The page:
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It May Raise Interest Rates In 'Coming Months', Warns Bank Of England

It May Raise Interest Rates In 'Coming Months', Warns Bank Of England
In the forthcoming months, people and investors can expect a rate rise in the U.K. said the Bank of England, even though it has left the rate steady in its announcement on Thursday.   
The Monetary Policy Committee (MPC) noted that a strengthening economy and inflationary pressures could prompt them to shift their policy stance sooner than anticipated even as they voted by a majority of 7-2 to keep rates at a record low 0.25 percent.
Stock levels of government bonds at £435 billion ($574 billion) and corporate bonds at £10 billion ($13 billion) was also agreed to be maintained by the bank in the meantime.
"A majority of MPC members judged that, if the economy continued to follow a path consistent with the prospect of a continued erosion of slack and a gradual rise in underlying inflationary pressure then … some withdrawal of monetary stimulus was likely to be appropriate over the coming month," the central bank said.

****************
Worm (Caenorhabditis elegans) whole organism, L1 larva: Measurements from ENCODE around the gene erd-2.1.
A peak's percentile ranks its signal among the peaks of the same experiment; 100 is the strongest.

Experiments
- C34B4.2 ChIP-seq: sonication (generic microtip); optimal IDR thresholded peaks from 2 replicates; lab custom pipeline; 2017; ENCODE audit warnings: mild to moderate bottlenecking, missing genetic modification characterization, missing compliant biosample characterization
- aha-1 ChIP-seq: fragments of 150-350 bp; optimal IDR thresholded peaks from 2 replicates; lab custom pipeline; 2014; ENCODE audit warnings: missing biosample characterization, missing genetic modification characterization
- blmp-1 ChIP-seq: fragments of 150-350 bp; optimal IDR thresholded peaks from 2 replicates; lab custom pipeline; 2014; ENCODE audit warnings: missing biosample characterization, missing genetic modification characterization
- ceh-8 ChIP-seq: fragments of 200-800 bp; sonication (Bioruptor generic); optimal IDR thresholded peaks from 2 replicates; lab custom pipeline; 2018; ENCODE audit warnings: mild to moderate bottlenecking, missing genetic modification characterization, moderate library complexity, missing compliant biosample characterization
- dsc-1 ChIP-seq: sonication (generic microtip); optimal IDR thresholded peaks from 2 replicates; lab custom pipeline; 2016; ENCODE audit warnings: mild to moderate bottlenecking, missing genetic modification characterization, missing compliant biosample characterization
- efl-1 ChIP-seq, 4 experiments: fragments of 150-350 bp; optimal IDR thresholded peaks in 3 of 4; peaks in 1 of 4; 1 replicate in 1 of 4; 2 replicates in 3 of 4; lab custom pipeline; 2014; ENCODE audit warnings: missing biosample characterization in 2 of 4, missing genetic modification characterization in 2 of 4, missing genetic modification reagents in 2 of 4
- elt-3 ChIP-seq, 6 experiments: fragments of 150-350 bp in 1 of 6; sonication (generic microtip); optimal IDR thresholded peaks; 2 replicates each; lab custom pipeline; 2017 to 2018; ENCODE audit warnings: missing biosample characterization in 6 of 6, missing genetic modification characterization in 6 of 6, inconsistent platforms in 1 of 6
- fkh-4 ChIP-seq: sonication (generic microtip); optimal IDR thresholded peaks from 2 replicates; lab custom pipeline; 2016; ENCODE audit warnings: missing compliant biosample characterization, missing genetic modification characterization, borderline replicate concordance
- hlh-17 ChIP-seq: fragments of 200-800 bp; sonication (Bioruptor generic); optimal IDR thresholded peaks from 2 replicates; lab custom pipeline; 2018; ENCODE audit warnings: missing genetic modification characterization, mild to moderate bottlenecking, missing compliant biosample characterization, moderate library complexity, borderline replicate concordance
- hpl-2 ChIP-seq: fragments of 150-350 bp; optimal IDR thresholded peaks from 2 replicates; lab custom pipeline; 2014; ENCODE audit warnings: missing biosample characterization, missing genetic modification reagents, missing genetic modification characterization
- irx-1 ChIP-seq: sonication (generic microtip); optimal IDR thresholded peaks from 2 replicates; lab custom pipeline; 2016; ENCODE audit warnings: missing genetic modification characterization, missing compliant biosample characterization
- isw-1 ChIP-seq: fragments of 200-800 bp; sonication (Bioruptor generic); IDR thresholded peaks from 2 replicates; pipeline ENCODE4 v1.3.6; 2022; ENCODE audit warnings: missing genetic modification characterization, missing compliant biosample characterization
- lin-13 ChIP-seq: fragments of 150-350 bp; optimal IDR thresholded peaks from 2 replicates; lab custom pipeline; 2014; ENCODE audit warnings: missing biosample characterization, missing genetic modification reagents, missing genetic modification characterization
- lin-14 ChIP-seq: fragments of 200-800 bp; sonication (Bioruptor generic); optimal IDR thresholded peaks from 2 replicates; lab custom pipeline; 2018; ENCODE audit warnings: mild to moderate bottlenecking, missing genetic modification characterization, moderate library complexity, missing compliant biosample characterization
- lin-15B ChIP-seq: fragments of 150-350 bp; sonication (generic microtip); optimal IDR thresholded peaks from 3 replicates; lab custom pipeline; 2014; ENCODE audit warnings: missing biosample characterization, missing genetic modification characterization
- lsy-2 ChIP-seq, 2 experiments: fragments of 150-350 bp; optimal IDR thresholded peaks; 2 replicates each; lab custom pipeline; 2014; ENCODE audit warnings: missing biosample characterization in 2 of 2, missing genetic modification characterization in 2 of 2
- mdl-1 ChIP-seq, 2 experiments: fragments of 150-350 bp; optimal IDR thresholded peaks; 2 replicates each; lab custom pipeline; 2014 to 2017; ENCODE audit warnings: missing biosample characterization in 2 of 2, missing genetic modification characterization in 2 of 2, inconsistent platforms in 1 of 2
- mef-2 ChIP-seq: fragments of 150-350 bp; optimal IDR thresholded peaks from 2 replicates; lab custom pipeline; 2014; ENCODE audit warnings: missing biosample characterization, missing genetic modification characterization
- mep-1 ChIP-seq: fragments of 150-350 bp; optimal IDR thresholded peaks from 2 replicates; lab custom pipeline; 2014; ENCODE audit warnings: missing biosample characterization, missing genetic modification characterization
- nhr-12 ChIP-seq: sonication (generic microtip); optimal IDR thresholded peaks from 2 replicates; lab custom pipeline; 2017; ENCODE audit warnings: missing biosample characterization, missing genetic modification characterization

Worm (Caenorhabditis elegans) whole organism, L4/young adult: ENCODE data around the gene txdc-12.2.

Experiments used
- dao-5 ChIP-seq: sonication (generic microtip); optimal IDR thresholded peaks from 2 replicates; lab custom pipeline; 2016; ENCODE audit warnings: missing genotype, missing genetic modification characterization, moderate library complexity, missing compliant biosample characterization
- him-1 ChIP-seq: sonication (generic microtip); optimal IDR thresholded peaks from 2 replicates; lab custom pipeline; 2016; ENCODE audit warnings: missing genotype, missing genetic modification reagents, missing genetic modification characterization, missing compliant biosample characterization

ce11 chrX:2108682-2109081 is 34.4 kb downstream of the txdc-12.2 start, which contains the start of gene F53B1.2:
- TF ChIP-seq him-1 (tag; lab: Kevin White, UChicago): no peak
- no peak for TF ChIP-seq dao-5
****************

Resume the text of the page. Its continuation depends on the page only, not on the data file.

However, there was an upward jump in the sterling as investors sensed a more hawkish approach due to the shift in the way the bank spelled out things even though the freeze in on the interest rates was largely anticipated by markets.
Sterling rose to $1.3317 against the dollar shortly after the announcement. It traded at 0.8923 against the euro.
It expects two interest rate hikes over the period of the next three years, which is one more than previously estimated, the central bank had said at its August meeting. However, that was likely to take place in the third quarter of 2018, Governor Mark Carney and his fellow rate-setters had said at the time.
A hike will come far sooner than that in response to higher inflation, suggested Thursday's announcement.
"Coming months is not what the market had priced before this meeting if November is truly on the cards, but with 9bps (basis points) for November and 21bps for February the market was not completely ignoring the risk in recent sessions," Jordan Rochester, currency strategist at Nomura, said in a note to investors.
"The BOE have been upping the rhetoric and this was one of the final hurdles in their communication steps, but it does not mean November is guaranteed. What it will do is shift the emphasis on market economists who have very few hikes in their forecast over the next two years and that could further support the market too."
The Bank of England had set a target of 2 percent in inflation rates and new figures released on Tuesday showed that the inflation rose in August to 2.9 percent which was well above the bank’s target. It expects inflation to rise to 3 percent in October before moving lower, the Bank of England had said in August.

Christopher J. Mitchell

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